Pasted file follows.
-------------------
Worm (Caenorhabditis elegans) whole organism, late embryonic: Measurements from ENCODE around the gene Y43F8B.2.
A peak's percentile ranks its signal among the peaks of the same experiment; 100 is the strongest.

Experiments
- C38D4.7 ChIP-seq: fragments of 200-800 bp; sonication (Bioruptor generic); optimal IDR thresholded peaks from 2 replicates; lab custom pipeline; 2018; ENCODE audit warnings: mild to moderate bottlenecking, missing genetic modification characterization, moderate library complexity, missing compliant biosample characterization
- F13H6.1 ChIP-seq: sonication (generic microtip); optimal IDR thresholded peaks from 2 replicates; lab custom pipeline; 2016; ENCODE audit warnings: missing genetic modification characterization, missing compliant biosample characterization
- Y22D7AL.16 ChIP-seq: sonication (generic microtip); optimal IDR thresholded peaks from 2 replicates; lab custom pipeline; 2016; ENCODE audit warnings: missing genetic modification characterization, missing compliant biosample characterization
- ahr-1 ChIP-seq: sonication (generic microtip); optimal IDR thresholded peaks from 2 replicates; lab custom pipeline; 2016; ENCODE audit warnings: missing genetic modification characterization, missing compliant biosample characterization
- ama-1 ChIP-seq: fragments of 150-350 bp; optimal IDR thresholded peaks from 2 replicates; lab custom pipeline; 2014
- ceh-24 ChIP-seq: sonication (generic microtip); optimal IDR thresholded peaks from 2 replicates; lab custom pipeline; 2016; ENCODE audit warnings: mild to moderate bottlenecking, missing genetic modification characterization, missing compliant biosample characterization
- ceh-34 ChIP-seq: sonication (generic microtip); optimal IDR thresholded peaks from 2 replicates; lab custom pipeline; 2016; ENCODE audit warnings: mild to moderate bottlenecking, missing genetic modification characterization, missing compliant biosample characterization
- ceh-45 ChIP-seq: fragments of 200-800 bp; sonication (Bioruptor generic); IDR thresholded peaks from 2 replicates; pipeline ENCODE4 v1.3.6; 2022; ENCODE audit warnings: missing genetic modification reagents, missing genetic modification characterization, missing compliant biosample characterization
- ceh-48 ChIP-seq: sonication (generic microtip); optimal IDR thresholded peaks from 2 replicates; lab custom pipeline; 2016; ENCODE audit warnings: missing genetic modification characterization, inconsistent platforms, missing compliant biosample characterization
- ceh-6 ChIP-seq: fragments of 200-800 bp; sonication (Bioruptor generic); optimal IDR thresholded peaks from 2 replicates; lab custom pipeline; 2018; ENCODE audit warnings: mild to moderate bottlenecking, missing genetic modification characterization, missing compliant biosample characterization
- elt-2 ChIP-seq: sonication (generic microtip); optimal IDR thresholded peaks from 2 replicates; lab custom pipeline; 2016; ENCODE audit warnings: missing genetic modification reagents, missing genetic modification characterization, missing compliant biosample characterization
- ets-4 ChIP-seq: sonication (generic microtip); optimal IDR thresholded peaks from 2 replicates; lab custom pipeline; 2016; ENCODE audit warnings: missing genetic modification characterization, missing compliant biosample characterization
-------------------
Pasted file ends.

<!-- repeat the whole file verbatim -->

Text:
Worm (Caenorhabditis elegans) whole organism, late embryonic: Measurements from ENCODE around the gene Y43F8B.2.
A peak's percentile ranks its signal among the peaks of the same experiment; 100 is the strongest.

Experiments
- C38D4.7 ChIP-seq: fragments of 200-800 bp; sonication (Bioruptor generic); optimal IDR thresholded peaks from 2 replicates; lab custom pipeline; 2018; ENCODE audit warnings: mild to moderate bottlenecking, missing genetic modification characterization, moderate library complexity, missing compliant biosample characterization
- F13H6.1 ChIP-seq: sonication (generic microtip); optimal IDR thresholded peaks from 2 replicates; lab custom pipeline; 2016; ENCODE audit warnings: missing genetic modification characterization, missing compliant biosample characterization
- Y22D7AL.16 ChIP-seq: sonication (generic microtip); optimal IDR thresholded peaks from 2 replicates; lab custom pipeline; 2016; ENCODE audit warnings: missing genetic modification characterization, missing compliant biosample characterization
- ahr-1 ChIP-seq: sonication (generic microtip); optimal IDR thresholded peaks from 2 replicates; lab custom pipeline; 2016; ENCODE audit warnings: missing genetic modification characterization, missing compliant biosample characterization
- ama-1 ChIP-seq: fragments of 150-350 bp; optimal IDR thresholded peaks from 2 replicates; lab custom pipeline; 2014
- ceh-24 ChIP-seq: sonication (generic microtip); optimal IDR thresholded peaks from 2 replicates; lab custom pipeline; 2016; ENCODE audit warnings: mild to moderate bottlenecking, missing genetic modification characterization, missing compliant biosample characterization
- ceh-34 ChIP-seq: sonication (generic microtip); optimal IDR thresholded peaks from 2 replicates; lab custom pipeline; 2016; ENCODE audit warnings: mild to moderate bottlenecking, missing genetic modification characterization, missing compliant biosample characterization
- ceh-45 ChIP-seq: fragments of 200-800 bp; sonication (Bioruptor generic); IDR thresholded peaks from 2 replicates; pipeline ENCODE4 v1.3.6; 2022; ENCODE audit warnings: missing genetic modification reagents, missing genetic modification characterization, missing compliant biosample characterization
- ceh-48 ChIP-seq: sonication (generic microtip); optimal IDR thresholded peaks from 2 replicates; lab custom pipeline; 2016; ENCODE audit warnings: missing genetic modification characterization, inconsistent platforms, missing compliant biosample characterization
- ceh-6 ChIP-seq: fragments of 200-800 bp; sonication (Bioruptor generic); optimal IDR thresholded peaks from 2 replicates; lab custom pipeline; 2018; ENCODE audit warnings: mild to moderate bottlenecking, missing genetic modification characterization, missing compliant biosample characterization
- elt-2 ChIP-seq: sonication (generic microtip); optimal IDR thresholded peaks from 2 replicates; lab custom pipeline; 2016; ENCODE audit warnings: missing genetic modification reagents, missing genetic modification characterization, missing compliant biosample characterization
- ets-4 ChIP-seq: sonication (generic microtip); optimal IDR thresholded peaks from 2 replicates; lab custom pipeline; 2016; ENCODE audit warnings: missing genetic modification characterization, missing compliant biosample characterization